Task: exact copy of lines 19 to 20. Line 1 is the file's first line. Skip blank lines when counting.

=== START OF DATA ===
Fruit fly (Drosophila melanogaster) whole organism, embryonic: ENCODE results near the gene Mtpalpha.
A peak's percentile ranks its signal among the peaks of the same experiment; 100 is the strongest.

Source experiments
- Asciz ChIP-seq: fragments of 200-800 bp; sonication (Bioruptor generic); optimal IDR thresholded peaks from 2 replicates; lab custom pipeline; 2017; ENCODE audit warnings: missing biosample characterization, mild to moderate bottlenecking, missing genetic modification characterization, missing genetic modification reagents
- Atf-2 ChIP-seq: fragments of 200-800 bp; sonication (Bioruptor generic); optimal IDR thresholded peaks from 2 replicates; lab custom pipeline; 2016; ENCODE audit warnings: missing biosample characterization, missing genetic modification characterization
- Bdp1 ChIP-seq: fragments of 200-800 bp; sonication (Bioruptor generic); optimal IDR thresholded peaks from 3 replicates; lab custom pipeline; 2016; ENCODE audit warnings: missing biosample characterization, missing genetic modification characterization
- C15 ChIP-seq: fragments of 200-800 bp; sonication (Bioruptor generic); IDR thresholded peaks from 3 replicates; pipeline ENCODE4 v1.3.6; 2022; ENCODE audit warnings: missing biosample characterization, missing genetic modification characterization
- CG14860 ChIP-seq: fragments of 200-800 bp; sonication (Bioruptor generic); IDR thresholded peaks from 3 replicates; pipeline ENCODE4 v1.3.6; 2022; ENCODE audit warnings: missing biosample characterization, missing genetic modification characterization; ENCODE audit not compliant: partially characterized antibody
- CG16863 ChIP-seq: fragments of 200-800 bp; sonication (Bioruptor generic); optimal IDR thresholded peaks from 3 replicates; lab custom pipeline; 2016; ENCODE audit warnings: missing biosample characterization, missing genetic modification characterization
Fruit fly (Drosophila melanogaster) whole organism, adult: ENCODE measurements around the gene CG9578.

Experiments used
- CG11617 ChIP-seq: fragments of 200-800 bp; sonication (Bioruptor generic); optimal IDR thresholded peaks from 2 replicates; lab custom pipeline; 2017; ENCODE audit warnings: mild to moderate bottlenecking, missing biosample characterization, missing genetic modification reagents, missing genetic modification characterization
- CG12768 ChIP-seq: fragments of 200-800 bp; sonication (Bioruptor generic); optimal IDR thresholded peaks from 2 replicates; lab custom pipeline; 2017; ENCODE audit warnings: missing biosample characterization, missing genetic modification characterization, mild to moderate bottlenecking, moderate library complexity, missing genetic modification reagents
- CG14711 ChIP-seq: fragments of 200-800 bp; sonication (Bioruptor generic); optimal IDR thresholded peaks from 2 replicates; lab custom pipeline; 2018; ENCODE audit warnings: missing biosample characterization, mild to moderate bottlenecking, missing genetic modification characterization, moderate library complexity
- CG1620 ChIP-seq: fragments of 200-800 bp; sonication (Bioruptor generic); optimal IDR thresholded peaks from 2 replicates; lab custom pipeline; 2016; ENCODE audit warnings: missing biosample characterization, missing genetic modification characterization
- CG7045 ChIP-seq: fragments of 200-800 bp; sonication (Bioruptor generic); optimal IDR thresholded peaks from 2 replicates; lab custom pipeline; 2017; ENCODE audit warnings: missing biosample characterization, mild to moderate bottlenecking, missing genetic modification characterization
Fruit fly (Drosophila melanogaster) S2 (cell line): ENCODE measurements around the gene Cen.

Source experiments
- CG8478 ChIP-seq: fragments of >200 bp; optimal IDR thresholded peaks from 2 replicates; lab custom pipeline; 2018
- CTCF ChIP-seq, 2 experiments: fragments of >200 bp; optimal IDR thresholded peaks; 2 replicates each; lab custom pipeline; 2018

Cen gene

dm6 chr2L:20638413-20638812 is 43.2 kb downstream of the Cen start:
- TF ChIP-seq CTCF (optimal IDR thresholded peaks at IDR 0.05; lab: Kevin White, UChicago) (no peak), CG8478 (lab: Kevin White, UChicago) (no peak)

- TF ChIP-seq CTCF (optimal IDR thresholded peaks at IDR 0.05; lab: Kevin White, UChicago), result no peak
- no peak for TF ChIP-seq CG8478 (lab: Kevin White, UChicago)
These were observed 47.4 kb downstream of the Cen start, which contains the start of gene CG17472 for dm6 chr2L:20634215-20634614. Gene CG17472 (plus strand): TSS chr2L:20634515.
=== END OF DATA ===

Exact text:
- CG8478 ChIP-seq: fragments of >200 bp; optimal IDR thresholded peaks from 2 replicates; lab custom pipeline; 2018
- CTCF ChIP-seq, 2 experiments: fragments of >200 bp; optimal IDR thresholded peaks; 2 replicates each; lab custom pipeline; 2018